Chauncey Billups claims he ran with teammates that worked better after smoking pot

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Chauncey Billups slaps hands. (Getty Images)
Chauncey Billups slaps hands. (Getty Images)

In the wake of both Steve Kerr and Phil Jackson’s recent admission that they’d taken marijuana following significant, life-altering back surgeries, the NBA has been forced to discuss something it had ably kept at arm’s length for decades.

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The league doesn’t really have a pot problem, in spite of its strong use. To some, pot acts as a solution, so much so that the league will be faced with staring down the idea of lifting restrictions on its use for players and coaches as society in general warms to both medicinal and recreational legalization of cannabis. For now, the league’s penalties following positive drug tests are relatively tame – a five-game suspension for a third positive test, following a $25,000 fine on the second offense.

Speaking on ESPN on Friday night, former Finals MVP and NBA All-Star Chauncey Billups discussed the fact that more than one of his former teammates (on the Celtics, Raptors, Nuggets, Magic, Timberwolves, Pistons, Nuggets again, Knicks, Clippers and Pistons again) actually played better basketball after ingesting pot.

“I honestly played with players – I’m not going to name names, of course I’m not – I wanted them to smoke. They played better like that. Big time anxiety, a lot of things can be affected – [marijuana] brought ‘em down a bit, it helped them focus in a little bit on the game plan. I needed them to do that. I would rather them do that than, sometimes, drink.”

Given that this is a bit of a low bar – preferring one recreational substance over another prior to being paid thousands upon thousands of dollars to play a lone game of professional basketball – we can agree with Dr. Billups. Yes, if given the choice, kindly do toke up before starting at shooting guard for the Denver Nuggets, as opposed to downing a few Moscow Mules before the contest.

(And quit it with the Moscow Mules, OK? It tastes fine, sure, but this isn’t some high-end cocktail worth showing off. You’re not positioning yourself as an old-timey Speakeasy denizen when you order it. Those things are best served as one of the mystery ingredients in “Chopped,” and you don’t suddenly turn into Zelda Fitzgerald after drinking one.)

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You don’t have to toke up to steady your focus in order to have the memory in place to recall that Chauncey Billups played for the Denver Nuggets from 2007 through 2011. Colorado legalized medicinal marijuana in 2000 while legalizing recreational use in 2012.

That legalization came a year after J.R. Smith and Billups played their last games with the Denver Nuggets. We’re merely tossing Smith’s name into the mix to give you a timeline sense. Do not read anything further into it.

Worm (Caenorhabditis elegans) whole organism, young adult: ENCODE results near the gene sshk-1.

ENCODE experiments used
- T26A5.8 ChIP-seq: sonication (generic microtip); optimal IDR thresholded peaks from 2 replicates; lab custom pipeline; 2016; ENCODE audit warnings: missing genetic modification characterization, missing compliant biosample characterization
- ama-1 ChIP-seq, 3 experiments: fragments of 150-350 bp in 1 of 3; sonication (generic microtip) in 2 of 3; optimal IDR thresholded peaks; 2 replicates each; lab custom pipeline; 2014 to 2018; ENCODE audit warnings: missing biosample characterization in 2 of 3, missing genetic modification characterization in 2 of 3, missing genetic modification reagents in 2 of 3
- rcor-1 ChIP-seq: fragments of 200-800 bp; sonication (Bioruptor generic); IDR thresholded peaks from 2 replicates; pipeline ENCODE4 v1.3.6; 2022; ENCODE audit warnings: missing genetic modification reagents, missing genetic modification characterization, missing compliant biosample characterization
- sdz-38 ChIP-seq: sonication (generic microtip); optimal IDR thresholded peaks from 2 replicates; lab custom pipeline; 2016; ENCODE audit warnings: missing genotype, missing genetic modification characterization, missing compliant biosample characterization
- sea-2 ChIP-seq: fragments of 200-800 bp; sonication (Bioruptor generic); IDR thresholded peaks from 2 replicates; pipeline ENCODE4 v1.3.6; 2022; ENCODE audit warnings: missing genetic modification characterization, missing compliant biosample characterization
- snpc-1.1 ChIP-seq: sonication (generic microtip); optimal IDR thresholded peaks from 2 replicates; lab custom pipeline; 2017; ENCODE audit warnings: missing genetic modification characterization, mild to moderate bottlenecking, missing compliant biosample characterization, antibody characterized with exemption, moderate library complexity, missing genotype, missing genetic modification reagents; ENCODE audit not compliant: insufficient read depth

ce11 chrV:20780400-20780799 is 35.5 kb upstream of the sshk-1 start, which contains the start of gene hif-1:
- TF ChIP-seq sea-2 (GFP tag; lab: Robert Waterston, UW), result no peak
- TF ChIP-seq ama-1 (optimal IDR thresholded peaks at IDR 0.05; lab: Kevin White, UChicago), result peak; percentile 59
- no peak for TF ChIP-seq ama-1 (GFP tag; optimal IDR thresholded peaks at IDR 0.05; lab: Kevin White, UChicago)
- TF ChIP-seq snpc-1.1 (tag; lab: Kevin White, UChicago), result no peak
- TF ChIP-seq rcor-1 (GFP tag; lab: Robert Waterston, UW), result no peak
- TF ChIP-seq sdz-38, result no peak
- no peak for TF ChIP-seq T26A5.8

Marijuana can be used to quell anxiety, which is a common and deserved complaint for many that choose to partake in medicinal use of the drug in states that allow for such things. The drug’s role in successfully helping so many find relief from their anxiety is not to be dismissed.

We shouldn’t need to remind people, however, that anyone working under the influence of the drug is still, well, “under the influence.” And while it might make sense to some to rationalize use before athletic performance in the same way the guy you work with likes to “get a couple of Modelos in me” before offering his finest rips in the batting cage, there’s a reason why cannabis should never be allowed in locker rooms even if made universally legal in terms that influence the NBA to take the ban off of the drug.

Players have played buzzed, drunk, hungover, or still drunk the night before from alcohol, and have for decades. Nobody is trying to ignore as much, whether the impetus comes from a legitimate problem or someone like the former Ron Artest chasing away tank job ennui as a young member of the Chicago Bulls by downing cognac at halftime of games.

It’s a long season, there are hundreds of players, and there are giant flashing signs for something called “Crown Royal Caramel Apple” on the sideline of NBA games, right next to where players sit down to wait to return to the contest. Misuse isn’t sanctioned by the NBA, but the presence of libations as part of the NBA’s holiday party is.

This isn’t to get into some college freshman term paper, haughtily arguing the merits of pot over alcohol. What we all can recognize, as things move faster and faster in the months between election dates, is that the NBA will at some point be forced to make some tough choices, and its players will be forced into even tougher ones.

When the drug becomes legal, and/or NBA-legal, teams, players and coaches are going to have to lord over some teammates in more active, obvious ways. No player or exec will go on record to chide a co-worker’s alcohol abuse, but enough off-record euphemisms are tossed out there for the check to represent.

The same will have to be in place for pot, in spite of the potential for strong evidence – think, “J.R. Smith plays terribly after going out on Saturday night”sized evidence, that certain players do better after taking in some THC.

The apple cart might be tipped to the point of annoyance, for regular smokers. And publicly. In ways that might have them growing fond of a time when the drug wasn’t illegal for all involved, pushed to the fringes of the car park to surreptitiously take in before games.

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Kelly Dwyer is an editor for Ball Don’t Lie on Yahoo Sports. Have a tip? Email him at KDonhoops@yahoo.com or follow him on Twitter!